Well-known black Harvard professor Henry Louis Gates Jr. was returning home from a trip when he and his driver found that the front door to Gate’s home was jammed. The professor went into his home through the back door and and helped the driver push the front door open. Meanwhile, a neighbor, suspecting a burglary, called the police. Of course, you might wonder why the neighbor didn’t spend a bit more time figuring out that the homeowner was simply opening his own door. But that’s not the real story.
The real story is that when the Cambridge, Massachusetts police showed up, professor Gates didn’t like the way the officer treated him and he did not cooperate fully with the officer. Remember that in United States we are under no legal obligation whatsoever to cooperate with a police officer who is asking questions. We don’t have to say anything. Professor Gates decided that since he was inside his own home the cop had no business asking him to prove that he was in fact in his own home. This is a perfectly justifiable attitude to have inside one’s own home. A police officer must be extremely cautious in dealing with a situation like this, especially when it becomes quite clear to anyone of average intelligence that it really is the homeowner the officer is dealing with. So professor Gates decided to give the officer a good piece of his mind. He apparently refused to show ID then changed his mind and did. He apparently told the officer that he was being racially profiled and that he was suffering under the treatment given to blacks by law enforcement. He may have insulted the officer and yelled at him. He may have insulted the officer’s mother.
The officer says that there are radio call recordings that will prove professor Gates was yelling in the background. So, this Cambridge police officer arrested professor Gates for ‘disorderly conduct’ – in his own home. Disorderly conduct for being angry at a police officer in his own home. Disorderly conduct is a very vague statute in most states, used primarily to give officers the ability to round people up for simply being uncooperative. Basically, if a cop doesn’t like you, he or she can arrest you for ‘disorderly conduct.’
I post about this episode at length because it goes straight to the heart of free speech in this country. Law enforcement versus free speech is the subject. We are living during a time when law enforcement seems to think it can record the phone calls of American citizens without a search warrant, physically assault journalists during the Democratic and Republican conventions, and harass photographers in public places while attempting to confiscate their equipment. Police in Minneapolis, Minnesota staged an armed assault on a young peaceful protest group just prior to the Republican Presidential Convention in 2008. They burst into their house with weapons drawn and made these young people lie on the floor while illegally searching the house because they wanted to prevent the group from protesting near the convention. Much of this was caught on video and witnessed by onlookers. Many police officers around the nation seem to have very little understanding of what constitutes protected free speech and what constitutes a real threat. Some officers actually do understand the difference but choose to ignore the law.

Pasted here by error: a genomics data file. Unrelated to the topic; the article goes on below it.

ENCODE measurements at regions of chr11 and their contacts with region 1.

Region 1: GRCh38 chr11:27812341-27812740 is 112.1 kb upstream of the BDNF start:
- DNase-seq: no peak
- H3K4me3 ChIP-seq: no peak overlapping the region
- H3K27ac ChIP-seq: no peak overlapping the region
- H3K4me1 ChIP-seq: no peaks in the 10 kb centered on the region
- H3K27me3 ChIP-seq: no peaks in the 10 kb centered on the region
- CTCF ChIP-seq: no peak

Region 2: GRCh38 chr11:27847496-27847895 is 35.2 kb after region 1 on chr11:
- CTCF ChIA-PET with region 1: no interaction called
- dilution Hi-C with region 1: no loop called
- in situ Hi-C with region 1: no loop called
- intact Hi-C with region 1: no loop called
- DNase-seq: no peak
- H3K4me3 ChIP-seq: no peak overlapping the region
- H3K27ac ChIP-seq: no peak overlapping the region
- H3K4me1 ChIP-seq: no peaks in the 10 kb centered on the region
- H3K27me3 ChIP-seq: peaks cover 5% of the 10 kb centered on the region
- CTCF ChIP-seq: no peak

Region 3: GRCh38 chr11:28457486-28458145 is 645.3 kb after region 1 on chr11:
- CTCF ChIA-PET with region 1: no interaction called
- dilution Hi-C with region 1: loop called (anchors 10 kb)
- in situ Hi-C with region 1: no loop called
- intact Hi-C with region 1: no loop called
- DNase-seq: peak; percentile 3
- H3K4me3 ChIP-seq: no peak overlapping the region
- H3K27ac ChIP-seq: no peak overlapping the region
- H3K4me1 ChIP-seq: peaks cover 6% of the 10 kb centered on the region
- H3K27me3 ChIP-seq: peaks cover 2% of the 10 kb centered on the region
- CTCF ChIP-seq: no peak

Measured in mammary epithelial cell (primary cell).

If professor Gates insulted the officer in his home, it’s protected free speech. If he insulted the officer’s mother, it’s protected free speech. I he called the officer a racist, it’s protected free speech. None of it matters in the slightest. The correct response from a police officer in such a situation is to shrug it off and say, ‘Have a nice day.’ To arrest someone for behaving the way professor Gates did is outrageous and stupid. Just like president Obama says: the Cambridge police acted stupidly.
Now the Cambridge police department is furious that Obama has insulted them and they demand an apology. Obama owes them no such apology. He called them stupid and they most certainly are. All you need to know about this arrest is that prosecutors refused to press charges and all charges were dropped. That means it was a bad arrest. That means the police behaved stupidly and made an arrest that was not supported by law. They arrested someone for breaking no law. I cannot think of a better word for it than ‘stupid.’
To arrest a prominent black scholar for expressing his outrage inside his own home to police officers is stupid and might possibly be an act of racism. The police are now parading a black officer around who was at the scene of the stupidity and says he supports the arrest because ‘Mr. Gates was acting strange.’ Acting strange. Obviously, being a black Cambridge cop has not prevented this guy from being stupid. We are not supposed to be arresting people in the United States for ‘acting strange.’ If there’s a cop on a force who thinks that acting strange qualifies for an arrest, he or she should be let go pronto.
So we join president Obama in calling the Cambridge police who arrested professor Gates stupid. They also seem to be poorly trained, insensitive, unaware of legal protections for free speech, and perhaps somewhat racially biased. The race part really isn’t the important part because we don’t know if anyone on the scene really is racist. But we do know beyond any doubt whatsoever that the police on the scene arrested someone for exercising his right to free speech.
Officer Friendly sure isn’t working up in Cambridge, Massachusetts.